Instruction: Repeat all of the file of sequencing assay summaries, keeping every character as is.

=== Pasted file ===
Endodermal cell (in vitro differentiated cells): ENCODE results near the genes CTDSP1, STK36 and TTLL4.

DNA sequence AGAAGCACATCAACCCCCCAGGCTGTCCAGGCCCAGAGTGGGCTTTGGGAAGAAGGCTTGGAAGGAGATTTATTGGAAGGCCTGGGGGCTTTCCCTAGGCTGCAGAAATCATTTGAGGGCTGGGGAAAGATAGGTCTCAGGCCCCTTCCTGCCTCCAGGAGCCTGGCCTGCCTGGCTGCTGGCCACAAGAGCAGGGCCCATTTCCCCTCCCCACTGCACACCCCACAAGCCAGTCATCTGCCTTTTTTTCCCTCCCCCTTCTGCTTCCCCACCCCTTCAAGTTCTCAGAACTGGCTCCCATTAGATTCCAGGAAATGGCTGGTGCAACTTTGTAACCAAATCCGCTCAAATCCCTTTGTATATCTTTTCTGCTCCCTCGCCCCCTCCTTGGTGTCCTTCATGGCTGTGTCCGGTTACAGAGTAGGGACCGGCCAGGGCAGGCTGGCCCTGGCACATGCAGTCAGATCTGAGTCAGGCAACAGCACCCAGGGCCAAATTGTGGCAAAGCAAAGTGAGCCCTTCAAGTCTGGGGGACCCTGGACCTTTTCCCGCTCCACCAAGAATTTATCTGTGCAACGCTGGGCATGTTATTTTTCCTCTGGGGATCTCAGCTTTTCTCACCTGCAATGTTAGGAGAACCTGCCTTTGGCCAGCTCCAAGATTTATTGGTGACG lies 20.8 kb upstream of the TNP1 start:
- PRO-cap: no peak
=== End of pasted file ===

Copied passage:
Endodermal cell (in vitro differentiated cells): ENCODE results near the genes CTDSP1, STK36 and TTLL4.

DNA sequence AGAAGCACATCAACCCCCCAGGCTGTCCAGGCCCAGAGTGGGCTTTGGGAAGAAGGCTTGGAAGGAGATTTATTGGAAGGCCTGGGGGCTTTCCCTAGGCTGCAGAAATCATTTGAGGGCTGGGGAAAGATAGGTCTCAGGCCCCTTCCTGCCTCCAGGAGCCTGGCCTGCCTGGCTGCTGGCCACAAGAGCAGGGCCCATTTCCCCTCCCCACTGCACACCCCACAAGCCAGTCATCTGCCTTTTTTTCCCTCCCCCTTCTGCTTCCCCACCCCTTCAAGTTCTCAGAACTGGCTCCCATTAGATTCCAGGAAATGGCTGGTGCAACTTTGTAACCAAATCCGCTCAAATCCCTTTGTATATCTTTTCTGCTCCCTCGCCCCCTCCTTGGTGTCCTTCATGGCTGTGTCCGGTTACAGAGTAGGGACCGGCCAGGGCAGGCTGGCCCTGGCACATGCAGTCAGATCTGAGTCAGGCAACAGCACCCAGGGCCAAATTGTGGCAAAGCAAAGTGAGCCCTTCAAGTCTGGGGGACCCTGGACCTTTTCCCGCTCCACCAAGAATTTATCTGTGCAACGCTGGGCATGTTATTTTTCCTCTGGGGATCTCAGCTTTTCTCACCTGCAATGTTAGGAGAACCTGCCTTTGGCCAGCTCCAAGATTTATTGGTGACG lies 20.8 kb upstream of the TNP1 start:
- PRO-cap: no peak